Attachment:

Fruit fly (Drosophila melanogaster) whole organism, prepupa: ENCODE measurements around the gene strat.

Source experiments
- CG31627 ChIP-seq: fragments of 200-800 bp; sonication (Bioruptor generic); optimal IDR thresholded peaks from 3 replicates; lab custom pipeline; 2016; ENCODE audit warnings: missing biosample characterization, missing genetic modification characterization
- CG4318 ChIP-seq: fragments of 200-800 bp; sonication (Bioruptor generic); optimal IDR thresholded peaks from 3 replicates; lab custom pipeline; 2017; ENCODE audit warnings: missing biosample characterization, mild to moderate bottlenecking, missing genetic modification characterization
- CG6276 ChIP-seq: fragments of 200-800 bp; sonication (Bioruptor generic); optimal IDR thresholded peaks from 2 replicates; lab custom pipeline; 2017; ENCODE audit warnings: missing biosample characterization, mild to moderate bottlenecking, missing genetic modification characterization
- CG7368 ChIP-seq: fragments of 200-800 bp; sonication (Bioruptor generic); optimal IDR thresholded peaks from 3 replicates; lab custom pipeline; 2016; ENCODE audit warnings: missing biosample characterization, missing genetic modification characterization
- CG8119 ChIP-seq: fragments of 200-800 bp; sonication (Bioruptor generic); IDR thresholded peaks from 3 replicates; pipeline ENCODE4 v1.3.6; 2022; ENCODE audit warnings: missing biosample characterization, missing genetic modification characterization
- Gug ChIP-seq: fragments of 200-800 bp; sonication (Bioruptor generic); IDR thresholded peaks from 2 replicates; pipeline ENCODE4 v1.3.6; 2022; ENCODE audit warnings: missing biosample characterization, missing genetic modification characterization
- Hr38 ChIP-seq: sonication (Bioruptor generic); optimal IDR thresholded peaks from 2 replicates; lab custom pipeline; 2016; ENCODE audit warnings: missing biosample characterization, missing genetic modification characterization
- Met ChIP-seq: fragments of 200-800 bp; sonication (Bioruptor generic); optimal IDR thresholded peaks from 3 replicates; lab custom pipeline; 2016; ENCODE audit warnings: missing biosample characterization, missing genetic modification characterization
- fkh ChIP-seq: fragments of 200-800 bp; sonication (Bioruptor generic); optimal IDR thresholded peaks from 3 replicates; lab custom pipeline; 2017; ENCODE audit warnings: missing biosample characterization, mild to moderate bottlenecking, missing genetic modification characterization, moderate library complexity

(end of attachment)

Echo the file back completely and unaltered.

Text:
Fruit fly (Drosophila melanogaster) whole organism, prepupa: ENCODE measurements around the gene strat.

Source experiments
- CG31627 ChIP-seq: fragments of 200-800 bp; sonication (Bioruptor generic); optimal IDR thresholded peaks from 3 replicates; lab custom pipeline; 2016; ENCODE audit warnings: missing biosample characterization, missing genetic modification characterization
- CG4318 ChIP-seq: fragments of 200-800 bp; sonication (Bioruptor generic); optimal IDR thresholded peaks from 3 replicates; lab custom pipeline; 2017; ENCODE audit warnings: missing biosample characterization, mild to moderate bottlenecking, missing genetic modification characterization
- CG6276 ChIP-seq: fragments of 200-800 bp; sonication (Bioruptor generic); optimal IDR thresholded peaks from 2 replicates; lab custom pipeline; 2017; ENCODE audit warnings: missing biosample characterization, mild to moderate bottlenecking, missing genetic modification characterization
- CG7368 ChIP-seq: fragments of 200-800 bp; sonication (Bioruptor generic); optimal IDR thresholded peaks from 3 replicates; lab custom pipeline; 2016; ENCODE audit warnings: missing biosample characterization, missing genetic modification characterization
- CG8119 ChIP-seq: fragments of 200-800 bp; sonication (Bioruptor generic); IDR thresholded peaks from 3 replicates; pipeline ENCODE4 v1.3.6; 2022; ENCODE audit warnings: missing biosample characterization, missing genetic modification characterization
- Gug ChIP-seq: fragments of 200-800 bp; sonication (Bioruptor generic); IDR thresholded peaks from 2 replicates; pipeline ENCODE4 v1.3.6; 2022; ENCODE audit warnings: missing biosample characterization, missing genetic modification characterization
- Hr38 ChIP-seq: sonication (Bioruptor generic); optimal IDR thresholded peaks from 2 replicates; lab custom pipeline; 2016; ENCODE audit warnings: missing biosample characterization, missing genetic modification characterization
- Met ChIP-seq: fragments of 200-800 bp; sonication (Bioruptor generic); optimal IDR thresholded peaks from 3 replicates; lab custom pipeline; 2016; ENCODE audit warnings: missing biosample characterization, missing genetic modification characterization
- fkh ChIP-seq: fragments of 200-800 bp; sonication (Bioruptor generic); optimal IDR thresholded peaks from 3 replicates; lab custom pipeline; 2017; ENCODE audit warnings: missing biosample characterization, mild to moderate bottlenecking, missing genetic modification characterization, moderate library complexity